Childe Harold Wills was an automotive pioneer, who contributed greatly to the early success of the Ford Motor Co. as well as original ideas for his own automobile. While Ford disdained usage of titles, Wills was considered the chief engineer and manufacturing manager for 16 years. He was a major contributor to every Ford automobile designed between 1903 and 1919. Wills is credited with the Model T's planetary transmission, an idea that he conceived one morning as he lay soaking in a hot tub of water.
After conceiving these ideas for Ford, Wills was a multi-millionaire, bursting with concepts that he wanted to implement in his own automobile designs. In March 1919, key executives Norval Hawkins and John R. Lee left Ford along with Wills. Together, they established C.H. Wills & Company in Marysville, Michigan. Wills originally had planned to be in production by August 1, 1920 and projected a production of 10,000 cars selling in the $2,000 price bracket.
Wills' search for perfection and problems with prototypes postponed marketing of the Wills Sainte Claire automobile until March 1921. By the end of the year, only 500 cars had been produced and the price had rose $1,000. In late 1922, with millions of dollars in debt, the company was forced into receivership. However, the firm was reorganized as the Wills Ste. Claire Co. on July 30, 1923.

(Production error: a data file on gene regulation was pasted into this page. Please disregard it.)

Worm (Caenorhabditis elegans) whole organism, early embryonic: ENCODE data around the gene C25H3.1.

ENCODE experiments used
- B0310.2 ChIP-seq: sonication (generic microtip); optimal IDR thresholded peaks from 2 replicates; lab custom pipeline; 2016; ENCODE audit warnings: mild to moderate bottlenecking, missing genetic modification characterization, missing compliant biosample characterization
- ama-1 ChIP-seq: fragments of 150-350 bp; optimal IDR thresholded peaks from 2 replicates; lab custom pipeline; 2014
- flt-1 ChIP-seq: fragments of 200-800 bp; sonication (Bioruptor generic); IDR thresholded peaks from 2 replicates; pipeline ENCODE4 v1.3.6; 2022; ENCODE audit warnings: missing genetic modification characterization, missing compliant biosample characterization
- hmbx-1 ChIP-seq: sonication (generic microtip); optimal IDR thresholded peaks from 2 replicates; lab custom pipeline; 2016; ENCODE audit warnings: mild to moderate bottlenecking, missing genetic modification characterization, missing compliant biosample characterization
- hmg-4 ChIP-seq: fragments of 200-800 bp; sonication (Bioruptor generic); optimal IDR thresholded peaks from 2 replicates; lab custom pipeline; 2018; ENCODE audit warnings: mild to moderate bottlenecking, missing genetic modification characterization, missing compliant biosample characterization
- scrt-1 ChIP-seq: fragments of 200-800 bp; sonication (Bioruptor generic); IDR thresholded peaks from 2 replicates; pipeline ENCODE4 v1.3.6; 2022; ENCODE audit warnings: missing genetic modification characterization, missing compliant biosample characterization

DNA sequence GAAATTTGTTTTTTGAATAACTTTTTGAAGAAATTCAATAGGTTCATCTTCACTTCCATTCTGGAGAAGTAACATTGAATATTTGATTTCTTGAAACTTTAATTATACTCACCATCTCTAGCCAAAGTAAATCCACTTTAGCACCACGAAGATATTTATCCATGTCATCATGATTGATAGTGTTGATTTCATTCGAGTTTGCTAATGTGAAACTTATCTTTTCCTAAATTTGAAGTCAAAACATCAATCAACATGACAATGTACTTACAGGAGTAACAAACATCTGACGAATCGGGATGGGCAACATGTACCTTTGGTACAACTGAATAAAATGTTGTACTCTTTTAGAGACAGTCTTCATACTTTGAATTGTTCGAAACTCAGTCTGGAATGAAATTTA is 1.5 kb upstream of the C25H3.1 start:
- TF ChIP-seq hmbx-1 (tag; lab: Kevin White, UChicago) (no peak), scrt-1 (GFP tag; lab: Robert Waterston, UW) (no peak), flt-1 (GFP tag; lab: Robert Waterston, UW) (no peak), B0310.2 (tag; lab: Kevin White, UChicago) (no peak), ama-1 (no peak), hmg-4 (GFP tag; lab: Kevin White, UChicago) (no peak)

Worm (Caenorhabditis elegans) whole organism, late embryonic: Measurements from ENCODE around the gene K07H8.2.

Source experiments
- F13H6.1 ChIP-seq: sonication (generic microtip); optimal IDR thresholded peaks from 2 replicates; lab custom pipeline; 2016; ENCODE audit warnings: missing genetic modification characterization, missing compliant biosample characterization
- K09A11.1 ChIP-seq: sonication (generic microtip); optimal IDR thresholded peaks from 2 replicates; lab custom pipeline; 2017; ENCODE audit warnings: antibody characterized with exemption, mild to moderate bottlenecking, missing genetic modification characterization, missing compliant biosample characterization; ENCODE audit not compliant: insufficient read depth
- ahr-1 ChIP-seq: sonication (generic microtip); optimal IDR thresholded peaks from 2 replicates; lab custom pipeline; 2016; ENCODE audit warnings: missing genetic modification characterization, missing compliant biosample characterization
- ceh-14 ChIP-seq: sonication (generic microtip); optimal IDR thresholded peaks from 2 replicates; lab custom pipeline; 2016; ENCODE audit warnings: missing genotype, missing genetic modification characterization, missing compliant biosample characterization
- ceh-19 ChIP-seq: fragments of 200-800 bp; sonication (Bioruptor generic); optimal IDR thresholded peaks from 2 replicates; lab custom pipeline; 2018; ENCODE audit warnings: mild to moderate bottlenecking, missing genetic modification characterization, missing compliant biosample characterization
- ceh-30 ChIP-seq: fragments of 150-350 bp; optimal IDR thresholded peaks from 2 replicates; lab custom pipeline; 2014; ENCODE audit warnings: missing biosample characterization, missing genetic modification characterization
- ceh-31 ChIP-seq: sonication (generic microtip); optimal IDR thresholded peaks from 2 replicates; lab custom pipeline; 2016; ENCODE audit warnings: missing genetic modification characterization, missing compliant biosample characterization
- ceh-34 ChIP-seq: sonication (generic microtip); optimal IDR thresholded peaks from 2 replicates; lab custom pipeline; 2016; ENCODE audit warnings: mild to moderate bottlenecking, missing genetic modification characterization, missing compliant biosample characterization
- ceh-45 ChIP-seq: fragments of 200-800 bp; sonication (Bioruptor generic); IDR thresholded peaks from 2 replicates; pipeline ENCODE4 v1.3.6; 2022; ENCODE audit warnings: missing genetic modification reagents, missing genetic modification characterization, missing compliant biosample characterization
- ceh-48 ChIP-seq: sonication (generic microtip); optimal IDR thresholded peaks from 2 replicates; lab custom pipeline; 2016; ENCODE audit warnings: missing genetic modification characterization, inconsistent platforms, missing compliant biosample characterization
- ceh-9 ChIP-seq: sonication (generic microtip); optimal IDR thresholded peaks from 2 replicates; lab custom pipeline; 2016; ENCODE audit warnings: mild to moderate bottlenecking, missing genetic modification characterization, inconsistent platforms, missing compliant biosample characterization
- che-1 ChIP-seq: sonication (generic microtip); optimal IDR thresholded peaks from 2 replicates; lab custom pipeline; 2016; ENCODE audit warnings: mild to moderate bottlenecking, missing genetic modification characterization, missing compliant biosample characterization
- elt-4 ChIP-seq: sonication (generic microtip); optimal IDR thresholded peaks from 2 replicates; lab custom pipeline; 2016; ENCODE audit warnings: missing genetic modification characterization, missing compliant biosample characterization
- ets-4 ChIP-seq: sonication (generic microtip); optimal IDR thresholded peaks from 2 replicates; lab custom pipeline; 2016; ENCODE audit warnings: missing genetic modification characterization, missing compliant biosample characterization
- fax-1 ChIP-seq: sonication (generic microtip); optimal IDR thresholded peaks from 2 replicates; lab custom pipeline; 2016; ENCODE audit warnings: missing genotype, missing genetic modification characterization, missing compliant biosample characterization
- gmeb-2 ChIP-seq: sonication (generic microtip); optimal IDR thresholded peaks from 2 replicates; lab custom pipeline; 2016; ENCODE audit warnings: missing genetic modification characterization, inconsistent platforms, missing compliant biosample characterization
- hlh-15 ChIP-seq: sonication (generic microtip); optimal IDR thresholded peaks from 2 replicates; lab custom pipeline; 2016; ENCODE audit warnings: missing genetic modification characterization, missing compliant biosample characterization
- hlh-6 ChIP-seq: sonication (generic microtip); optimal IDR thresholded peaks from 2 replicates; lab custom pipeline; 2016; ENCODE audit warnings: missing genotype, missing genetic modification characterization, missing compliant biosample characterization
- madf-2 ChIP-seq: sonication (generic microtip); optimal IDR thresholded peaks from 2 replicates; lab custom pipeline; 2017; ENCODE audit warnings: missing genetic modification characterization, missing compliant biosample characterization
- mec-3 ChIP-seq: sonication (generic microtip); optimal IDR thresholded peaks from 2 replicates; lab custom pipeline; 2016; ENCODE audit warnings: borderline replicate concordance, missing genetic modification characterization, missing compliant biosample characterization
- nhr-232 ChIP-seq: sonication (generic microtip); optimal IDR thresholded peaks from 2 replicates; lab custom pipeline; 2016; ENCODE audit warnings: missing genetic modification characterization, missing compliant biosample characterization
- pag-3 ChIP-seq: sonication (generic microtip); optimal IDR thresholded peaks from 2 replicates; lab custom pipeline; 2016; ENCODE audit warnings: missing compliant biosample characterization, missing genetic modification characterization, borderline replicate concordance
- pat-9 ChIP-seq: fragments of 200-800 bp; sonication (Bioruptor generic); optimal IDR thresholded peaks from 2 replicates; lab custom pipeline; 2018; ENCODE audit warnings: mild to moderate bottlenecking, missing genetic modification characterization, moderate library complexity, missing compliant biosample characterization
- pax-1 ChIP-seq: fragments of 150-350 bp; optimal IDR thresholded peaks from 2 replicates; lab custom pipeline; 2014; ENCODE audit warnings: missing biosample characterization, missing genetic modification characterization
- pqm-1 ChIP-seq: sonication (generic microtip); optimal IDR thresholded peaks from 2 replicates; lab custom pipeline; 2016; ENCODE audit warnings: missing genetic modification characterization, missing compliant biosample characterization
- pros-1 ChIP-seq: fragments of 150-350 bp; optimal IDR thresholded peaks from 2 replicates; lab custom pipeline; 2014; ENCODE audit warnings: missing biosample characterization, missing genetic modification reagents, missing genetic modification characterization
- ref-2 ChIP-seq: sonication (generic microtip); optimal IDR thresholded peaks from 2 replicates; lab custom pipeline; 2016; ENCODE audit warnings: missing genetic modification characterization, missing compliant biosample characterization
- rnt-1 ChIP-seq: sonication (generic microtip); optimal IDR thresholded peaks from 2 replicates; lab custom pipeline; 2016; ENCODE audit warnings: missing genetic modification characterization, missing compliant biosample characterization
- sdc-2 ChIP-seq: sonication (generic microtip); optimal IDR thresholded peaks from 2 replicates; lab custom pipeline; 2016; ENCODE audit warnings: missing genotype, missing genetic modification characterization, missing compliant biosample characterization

Myron Perley illustrated the advertising for Wills Sainte Claire automobiles. The vibrant artwork showcased features such as overhead cam V-8 engines along with a de-clutching fan for maximum power. Another attention in Wills advertising was a unique courtesy light that was placed on the left side of the cowl. It illuminated the car while on the road, reducing the effects of the headlight glare and enabling the driver of an approaching car to see exactly how much room they had for passing. The light also assisted passengers, lighting the curb to leave the vehicle. The Wills Sainte Claire remained in active production through the 1926 model year and into the early part of 1927 but it's production numbers began to wane.
C. H. Wills stated that there were two fundamental reasons for his failure as an independent automobile producer. His company was insufficiently established to compete with other companies in order to handle to subsequent recessions. Secondly, he was exploring so many ideas during the production of his automobile that he needed associates that were able to provide him with technical direction to keep him on schedule. Today, a few Wills Sainte Claire models exist making them very scarce.